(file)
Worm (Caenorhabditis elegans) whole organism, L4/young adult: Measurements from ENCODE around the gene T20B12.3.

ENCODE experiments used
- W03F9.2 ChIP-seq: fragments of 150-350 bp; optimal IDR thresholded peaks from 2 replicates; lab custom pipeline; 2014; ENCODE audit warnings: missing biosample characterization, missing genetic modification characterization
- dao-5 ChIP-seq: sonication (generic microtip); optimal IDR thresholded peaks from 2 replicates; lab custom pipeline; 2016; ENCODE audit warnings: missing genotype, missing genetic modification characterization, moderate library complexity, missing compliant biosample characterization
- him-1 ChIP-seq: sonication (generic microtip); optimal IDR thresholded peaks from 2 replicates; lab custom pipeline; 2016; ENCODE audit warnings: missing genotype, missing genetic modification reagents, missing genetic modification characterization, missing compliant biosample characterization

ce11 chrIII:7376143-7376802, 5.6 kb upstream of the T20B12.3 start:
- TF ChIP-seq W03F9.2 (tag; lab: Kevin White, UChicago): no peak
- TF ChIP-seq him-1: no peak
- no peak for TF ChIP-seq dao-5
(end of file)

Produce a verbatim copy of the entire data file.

Worm (Caenorhabditis elegans) whole organism, L4/young adult: Measurements from ENCODE around the gene T20B12.3.

ENCODE experiments used
- W03F9.2 ChIP-seq: fragments of 150-350 bp; optimal IDR thresholded peaks from 2 replicates; lab custom pipeline; 2014; ENCODE audit warnings: missing biosample characterization, missing genetic modification characterization
- dao-5 ChIP-seq: sonication (generic microtip); optimal IDR thresholded peaks from 2 replicates; lab custom pipeline; 2016; ENCODE audit warnings: missing genotype, missing genetic modification characterization, moderate library complexity, missing compliant biosample characterization
- him-1 ChIP-seq: sonication (generic microtip); optimal IDR thresholded peaks from 2 replicates; lab custom pipeline; 2016; ENCODE audit warnings: missing genotype, missing genetic modification reagents, missing genetic modification characterization, missing compliant biosample characterization

ce11 chrIII:7376143-7376802, 5.6 kb upstream of the T20B12.3 start:
- TF ChIP-seq W03F9.2 (tag; lab: Kevin White, UChicago): no peak
- TF ChIP-seq him-1: no peak
- no peak for TF ChIP-seq dao-5